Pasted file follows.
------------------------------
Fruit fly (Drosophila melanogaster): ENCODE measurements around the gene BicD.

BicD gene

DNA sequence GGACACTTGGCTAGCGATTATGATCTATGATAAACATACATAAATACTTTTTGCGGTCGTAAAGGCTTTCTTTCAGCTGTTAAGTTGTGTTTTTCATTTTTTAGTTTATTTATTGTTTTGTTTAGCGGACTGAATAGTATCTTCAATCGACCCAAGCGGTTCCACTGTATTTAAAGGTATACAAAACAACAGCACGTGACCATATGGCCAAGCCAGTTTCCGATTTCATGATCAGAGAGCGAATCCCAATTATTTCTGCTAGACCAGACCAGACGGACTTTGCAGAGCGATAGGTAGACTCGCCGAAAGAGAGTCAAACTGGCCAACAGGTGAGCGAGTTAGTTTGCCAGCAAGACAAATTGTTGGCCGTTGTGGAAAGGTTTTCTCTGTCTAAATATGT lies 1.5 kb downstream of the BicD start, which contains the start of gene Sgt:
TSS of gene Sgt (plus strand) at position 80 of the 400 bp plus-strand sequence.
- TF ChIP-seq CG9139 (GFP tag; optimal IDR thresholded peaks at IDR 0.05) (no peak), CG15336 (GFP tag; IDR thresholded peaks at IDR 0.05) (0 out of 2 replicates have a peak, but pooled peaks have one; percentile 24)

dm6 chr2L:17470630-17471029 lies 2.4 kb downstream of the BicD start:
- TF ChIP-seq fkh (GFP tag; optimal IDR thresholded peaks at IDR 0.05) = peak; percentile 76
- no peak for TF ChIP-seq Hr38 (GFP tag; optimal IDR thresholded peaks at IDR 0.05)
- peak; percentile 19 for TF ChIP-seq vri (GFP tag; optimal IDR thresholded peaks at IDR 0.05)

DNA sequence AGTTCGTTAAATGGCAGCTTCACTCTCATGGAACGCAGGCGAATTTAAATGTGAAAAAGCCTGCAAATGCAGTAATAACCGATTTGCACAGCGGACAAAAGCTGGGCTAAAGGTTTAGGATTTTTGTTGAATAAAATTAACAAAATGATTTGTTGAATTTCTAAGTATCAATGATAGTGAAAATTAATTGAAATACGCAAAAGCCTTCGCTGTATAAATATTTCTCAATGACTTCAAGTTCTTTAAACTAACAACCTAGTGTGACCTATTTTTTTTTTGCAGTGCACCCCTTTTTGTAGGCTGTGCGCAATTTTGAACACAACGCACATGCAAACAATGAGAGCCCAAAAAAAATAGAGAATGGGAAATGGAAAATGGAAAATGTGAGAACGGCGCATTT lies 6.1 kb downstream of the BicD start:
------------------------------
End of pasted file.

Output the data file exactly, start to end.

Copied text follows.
Fruit fly (Drosophila melanogaster): ENCODE measurements around the gene BicD.

BicD gene

DNA sequence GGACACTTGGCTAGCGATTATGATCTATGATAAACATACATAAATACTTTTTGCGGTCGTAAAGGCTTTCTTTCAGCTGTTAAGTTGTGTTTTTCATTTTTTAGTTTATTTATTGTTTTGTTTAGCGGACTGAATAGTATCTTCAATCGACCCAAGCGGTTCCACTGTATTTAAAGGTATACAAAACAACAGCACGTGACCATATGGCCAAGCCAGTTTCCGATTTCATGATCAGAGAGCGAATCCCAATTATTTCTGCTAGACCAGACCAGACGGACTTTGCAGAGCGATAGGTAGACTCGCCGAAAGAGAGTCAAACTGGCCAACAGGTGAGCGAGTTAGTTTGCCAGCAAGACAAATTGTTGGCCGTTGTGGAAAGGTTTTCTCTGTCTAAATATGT lies 1.5 kb downstream of the BicD start, which contains the start of gene Sgt:
TSS of gene Sgt (plus strand) at position 80 of the 400 bp plus-strand sequence.
- TF ChIP-seq CG9139 (GFP tag; optimal IDR thresholded peaks at IDR 0.05) (no peak), CG15336 (GFP tag; IDR thresholded peaks at IDR 0.05) (0 out of 2 replicates have a peak, but pooled peaks have one; percentile 24)

dm6 chr2L:17470630-17471029 lies 2.4 kb downstream of the BicD start:
- TF ChIP-seq fkh (GFP tag; optimal IDR thresholded peaks at IDR 0.05) = peak; percentile 76
- no peak for TF ChIP-seq Hr38 (GFP tag; optimal IDR thresholded peaks at IDR 0.05)
- peak; percentile 19 for TF ChIP-seq vri (GFP tag; optimal IDR thresholded peaks at IDR 0.05)

DNA sequence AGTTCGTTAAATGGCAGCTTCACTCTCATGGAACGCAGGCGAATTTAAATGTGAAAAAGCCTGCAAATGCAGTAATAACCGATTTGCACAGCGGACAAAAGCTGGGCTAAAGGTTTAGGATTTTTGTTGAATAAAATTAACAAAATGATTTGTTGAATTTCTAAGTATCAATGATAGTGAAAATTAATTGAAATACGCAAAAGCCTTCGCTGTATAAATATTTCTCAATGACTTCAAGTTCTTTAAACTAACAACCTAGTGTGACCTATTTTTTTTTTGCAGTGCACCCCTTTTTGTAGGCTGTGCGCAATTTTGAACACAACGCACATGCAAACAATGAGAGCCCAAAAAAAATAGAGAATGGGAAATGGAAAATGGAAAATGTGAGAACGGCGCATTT lies 6.1 kb downstream of the BicD start: